The parties involved in this case have tried to secure the Lolobal's U.S. patent rights in a variety of ways. The toy's inventors have been approached, the Fabelty Company's bearer shares have been bought up years after the company was liquidated, and the company's liquidator has been asked to play a part in various attempts to gain control of the patent. The Court finds, however, that it was not until Fabelty's liquidator, Simone Tyriard, received powers of attorney from all of Fabelty's former shareholders or their heirs to assign the toy's U.S. patent rights to Hasbro did the matter of ownership become settled. The Court makes this finding based upon an examination of relatively straightforward precepts of Belgium corporate law, and consideration of certain affidavits and other evidence submitted by the parties.
There is no dispute that the U.S. patent on the Lolobal was issued to Fabelty on February 13, 1973, even though the company had gone into liquidation on November 30, 1972. Fabelty had acquired the patent rights through a valid assignment by the toy's inventors. Plaintiffs now contend that the assignment was automatically rescinded once Fabelty went into liquidation because Fabelty no longer sold any Lolobals and thus did not pay the inventors any royalties, in contrast to the inventor's reasonable expectations.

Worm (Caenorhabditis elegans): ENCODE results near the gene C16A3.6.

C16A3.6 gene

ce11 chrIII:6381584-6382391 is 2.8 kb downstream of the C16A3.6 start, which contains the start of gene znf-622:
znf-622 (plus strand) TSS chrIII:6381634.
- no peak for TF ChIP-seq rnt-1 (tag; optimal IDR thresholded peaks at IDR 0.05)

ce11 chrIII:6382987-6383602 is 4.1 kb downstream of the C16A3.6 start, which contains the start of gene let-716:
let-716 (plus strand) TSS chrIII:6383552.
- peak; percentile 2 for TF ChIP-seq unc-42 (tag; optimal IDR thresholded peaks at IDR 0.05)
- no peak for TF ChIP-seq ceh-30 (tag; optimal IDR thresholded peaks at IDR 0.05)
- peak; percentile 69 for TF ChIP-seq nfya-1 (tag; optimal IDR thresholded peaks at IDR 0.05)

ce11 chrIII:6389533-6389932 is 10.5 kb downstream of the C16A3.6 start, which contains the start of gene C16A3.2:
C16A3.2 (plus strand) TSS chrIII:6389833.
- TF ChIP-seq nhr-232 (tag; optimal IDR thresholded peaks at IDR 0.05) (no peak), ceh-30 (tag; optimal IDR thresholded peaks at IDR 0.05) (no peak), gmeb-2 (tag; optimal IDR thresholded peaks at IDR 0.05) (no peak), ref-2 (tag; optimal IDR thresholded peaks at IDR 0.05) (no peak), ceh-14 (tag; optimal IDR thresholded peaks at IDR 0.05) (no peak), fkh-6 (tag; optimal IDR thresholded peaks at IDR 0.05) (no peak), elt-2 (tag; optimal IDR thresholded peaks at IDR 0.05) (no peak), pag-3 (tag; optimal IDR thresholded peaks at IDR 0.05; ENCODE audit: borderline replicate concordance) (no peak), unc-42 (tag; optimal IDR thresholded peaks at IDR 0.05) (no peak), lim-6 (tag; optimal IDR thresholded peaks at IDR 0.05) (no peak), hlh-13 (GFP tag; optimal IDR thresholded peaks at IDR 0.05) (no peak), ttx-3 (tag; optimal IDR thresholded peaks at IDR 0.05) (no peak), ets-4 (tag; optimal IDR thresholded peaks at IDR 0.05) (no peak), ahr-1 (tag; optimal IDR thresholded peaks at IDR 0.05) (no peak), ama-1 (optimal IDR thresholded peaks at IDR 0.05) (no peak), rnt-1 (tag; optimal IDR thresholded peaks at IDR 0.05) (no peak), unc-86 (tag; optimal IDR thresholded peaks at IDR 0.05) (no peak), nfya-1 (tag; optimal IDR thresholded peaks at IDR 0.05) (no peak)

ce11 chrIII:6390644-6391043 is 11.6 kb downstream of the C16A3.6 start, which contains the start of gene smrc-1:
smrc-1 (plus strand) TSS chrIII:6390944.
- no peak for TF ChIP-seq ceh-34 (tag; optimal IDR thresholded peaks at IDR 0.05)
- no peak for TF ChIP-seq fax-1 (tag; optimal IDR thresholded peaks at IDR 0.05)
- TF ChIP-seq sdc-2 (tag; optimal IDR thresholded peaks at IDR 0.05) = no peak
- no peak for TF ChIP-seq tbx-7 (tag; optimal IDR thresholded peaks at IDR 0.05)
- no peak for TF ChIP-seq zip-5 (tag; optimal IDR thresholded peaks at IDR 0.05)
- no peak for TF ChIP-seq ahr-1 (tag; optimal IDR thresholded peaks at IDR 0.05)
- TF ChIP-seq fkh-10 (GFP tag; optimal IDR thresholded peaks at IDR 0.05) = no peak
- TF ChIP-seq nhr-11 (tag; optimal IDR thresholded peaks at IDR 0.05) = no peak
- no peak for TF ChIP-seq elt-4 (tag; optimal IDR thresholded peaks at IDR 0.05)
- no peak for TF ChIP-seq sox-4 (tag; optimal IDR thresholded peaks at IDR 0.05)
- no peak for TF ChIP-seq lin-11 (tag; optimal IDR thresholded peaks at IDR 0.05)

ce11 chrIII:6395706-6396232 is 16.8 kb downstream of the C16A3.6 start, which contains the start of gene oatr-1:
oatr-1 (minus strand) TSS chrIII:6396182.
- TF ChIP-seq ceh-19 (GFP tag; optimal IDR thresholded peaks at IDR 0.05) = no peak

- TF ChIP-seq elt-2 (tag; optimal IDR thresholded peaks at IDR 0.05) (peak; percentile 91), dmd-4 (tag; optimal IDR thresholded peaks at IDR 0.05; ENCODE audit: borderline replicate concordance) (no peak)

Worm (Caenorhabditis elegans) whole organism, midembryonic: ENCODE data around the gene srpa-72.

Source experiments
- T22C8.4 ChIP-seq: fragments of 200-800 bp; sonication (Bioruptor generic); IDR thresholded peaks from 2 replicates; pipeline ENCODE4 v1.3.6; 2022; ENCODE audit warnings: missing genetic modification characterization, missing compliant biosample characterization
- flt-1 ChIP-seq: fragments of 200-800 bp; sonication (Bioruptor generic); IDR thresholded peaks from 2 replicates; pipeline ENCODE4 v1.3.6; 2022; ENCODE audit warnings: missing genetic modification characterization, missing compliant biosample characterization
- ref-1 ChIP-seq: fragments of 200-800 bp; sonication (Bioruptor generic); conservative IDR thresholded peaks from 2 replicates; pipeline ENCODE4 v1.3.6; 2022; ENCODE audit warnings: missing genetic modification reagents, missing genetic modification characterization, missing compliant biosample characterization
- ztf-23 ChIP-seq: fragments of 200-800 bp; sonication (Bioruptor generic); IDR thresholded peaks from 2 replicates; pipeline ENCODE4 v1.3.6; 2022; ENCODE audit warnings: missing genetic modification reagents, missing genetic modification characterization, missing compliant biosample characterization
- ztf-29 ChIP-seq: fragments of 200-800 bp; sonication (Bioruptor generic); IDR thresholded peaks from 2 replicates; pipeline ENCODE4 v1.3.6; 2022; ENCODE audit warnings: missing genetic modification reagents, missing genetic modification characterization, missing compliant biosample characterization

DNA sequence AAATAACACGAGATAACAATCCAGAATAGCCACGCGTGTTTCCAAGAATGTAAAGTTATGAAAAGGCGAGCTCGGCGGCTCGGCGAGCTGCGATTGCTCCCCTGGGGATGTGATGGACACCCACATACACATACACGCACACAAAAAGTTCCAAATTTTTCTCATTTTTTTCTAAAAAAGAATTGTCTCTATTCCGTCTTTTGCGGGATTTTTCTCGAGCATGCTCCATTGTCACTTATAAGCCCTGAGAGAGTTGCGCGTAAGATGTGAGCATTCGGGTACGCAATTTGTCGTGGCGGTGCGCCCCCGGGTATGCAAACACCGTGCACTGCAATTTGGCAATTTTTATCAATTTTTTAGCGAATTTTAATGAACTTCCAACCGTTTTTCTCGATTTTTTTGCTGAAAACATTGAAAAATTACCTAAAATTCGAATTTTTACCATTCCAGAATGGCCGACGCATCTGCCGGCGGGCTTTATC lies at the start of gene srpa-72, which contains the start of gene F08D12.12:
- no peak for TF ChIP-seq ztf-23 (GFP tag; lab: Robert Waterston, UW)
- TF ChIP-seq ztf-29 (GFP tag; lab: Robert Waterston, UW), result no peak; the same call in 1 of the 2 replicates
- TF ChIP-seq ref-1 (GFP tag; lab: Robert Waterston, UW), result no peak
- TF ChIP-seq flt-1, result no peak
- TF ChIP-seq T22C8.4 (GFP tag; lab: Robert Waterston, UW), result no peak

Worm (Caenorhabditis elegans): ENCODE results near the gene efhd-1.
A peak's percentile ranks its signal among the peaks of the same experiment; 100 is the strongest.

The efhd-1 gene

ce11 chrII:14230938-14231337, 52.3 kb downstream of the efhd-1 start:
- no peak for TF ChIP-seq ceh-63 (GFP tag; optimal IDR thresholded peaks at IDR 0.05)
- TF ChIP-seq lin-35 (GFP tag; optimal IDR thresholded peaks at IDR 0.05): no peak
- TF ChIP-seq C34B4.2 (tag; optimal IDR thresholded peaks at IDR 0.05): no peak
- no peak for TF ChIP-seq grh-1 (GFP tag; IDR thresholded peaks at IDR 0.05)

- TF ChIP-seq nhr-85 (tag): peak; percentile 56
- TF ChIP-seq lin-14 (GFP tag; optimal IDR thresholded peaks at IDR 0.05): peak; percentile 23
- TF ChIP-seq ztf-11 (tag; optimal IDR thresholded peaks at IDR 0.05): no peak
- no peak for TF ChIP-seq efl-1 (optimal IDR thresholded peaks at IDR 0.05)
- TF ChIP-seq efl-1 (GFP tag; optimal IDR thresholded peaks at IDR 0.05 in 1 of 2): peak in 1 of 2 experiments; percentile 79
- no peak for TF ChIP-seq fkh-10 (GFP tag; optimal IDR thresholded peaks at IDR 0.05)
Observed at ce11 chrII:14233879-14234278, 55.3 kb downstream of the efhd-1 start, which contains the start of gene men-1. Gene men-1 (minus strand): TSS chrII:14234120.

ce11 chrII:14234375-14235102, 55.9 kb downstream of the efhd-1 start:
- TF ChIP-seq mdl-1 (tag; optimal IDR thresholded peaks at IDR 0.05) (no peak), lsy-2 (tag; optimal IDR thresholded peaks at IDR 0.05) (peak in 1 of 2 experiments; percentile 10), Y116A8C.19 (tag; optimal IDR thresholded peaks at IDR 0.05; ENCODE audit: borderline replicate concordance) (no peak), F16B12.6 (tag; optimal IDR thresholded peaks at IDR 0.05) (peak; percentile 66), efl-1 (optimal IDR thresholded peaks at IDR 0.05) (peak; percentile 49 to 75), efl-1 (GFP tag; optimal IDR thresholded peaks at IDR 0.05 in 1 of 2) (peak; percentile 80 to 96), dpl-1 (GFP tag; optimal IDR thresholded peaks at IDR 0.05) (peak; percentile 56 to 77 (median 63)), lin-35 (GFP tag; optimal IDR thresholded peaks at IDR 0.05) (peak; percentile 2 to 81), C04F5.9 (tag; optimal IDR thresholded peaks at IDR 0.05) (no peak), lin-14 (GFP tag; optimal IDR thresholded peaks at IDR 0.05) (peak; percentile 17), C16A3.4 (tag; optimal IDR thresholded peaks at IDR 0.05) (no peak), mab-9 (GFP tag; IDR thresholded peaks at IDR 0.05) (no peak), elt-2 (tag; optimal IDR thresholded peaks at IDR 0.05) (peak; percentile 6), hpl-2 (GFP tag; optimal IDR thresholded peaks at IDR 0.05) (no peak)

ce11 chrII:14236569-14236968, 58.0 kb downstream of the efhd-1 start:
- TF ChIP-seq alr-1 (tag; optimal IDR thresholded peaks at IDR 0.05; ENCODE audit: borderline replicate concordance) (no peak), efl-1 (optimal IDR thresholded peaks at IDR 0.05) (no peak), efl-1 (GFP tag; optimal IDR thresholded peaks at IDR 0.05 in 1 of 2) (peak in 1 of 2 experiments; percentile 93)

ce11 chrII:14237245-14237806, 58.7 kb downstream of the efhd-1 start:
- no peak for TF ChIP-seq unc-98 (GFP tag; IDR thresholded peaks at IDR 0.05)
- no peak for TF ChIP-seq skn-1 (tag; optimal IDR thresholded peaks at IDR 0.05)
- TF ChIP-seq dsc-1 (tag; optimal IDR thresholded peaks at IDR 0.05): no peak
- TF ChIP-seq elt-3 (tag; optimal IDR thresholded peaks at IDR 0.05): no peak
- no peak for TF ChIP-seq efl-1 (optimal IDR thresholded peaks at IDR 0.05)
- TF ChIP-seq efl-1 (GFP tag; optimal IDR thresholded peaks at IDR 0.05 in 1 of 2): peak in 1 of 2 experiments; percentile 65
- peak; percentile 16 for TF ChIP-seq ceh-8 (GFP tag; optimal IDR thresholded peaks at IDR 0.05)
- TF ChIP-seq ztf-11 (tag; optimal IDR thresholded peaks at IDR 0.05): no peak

Plaintiffs' automatic rescission argument is apparently based on Article 1183 of the Belgian Civil Code, which provides:
Art. 1183 - A resolutory condition is one which, when it is fulfilled, works the revocation of the obligation and returns matters to the same state as ...